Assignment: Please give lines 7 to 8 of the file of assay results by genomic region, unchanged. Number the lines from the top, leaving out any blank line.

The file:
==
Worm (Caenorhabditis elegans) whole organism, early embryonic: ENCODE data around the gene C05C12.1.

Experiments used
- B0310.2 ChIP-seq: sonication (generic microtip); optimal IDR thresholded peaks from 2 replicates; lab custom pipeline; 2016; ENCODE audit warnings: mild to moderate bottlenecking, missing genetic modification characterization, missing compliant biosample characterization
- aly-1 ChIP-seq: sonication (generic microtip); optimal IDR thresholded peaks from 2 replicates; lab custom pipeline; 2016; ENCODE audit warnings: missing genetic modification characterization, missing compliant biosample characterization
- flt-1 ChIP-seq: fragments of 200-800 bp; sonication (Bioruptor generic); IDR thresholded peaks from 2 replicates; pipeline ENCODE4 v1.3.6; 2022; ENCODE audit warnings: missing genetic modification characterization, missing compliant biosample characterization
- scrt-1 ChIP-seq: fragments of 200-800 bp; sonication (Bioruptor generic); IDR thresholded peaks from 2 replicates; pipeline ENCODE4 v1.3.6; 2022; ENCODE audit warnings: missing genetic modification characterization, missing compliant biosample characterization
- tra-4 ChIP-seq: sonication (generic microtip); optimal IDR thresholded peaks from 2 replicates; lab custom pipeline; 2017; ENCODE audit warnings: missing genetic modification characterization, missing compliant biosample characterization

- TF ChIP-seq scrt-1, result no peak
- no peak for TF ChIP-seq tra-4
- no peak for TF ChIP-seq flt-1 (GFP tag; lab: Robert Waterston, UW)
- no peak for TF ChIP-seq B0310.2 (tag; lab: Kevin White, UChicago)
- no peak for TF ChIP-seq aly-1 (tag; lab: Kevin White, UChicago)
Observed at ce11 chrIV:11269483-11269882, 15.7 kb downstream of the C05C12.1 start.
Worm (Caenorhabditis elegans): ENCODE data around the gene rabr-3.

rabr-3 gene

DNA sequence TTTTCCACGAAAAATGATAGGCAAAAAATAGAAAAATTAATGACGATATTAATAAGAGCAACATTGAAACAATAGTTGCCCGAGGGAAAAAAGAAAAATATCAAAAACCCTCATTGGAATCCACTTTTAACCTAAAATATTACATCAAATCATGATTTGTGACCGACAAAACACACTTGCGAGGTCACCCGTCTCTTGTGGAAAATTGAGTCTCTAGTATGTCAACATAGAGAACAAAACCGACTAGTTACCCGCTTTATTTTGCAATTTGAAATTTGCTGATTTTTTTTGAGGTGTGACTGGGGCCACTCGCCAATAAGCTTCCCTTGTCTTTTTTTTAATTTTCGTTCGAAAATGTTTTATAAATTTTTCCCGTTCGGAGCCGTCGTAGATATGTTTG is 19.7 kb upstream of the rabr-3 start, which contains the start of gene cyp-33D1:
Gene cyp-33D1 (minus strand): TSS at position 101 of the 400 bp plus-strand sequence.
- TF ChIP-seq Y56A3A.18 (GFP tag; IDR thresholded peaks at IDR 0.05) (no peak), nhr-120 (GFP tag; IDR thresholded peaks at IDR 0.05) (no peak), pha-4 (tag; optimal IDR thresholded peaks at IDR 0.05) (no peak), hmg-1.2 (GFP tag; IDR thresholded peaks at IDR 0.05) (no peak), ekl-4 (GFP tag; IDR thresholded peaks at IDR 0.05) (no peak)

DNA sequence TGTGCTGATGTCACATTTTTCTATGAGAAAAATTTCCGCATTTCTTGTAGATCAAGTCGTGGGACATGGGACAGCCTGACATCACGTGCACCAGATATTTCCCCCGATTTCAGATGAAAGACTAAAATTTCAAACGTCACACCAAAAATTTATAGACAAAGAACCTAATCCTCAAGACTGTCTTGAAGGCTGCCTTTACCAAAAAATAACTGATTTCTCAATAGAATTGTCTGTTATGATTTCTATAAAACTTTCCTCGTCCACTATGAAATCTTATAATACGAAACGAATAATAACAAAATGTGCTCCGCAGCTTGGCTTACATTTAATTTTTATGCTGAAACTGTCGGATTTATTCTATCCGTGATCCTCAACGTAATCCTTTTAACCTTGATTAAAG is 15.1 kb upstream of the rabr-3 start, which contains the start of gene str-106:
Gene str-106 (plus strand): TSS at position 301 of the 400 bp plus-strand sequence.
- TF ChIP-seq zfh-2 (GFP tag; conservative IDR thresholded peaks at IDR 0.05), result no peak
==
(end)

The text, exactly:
- tra-4 ChIP-seq: sonication (generic microtip); optimal IDR thresholded peaks from 2 replicates; lab custom pipeline; 2017; ENCODE audit warnings: missing genetic modification characterization, missing compliant biosample characterization

- TF ChIP-seq scrt-1, result no peak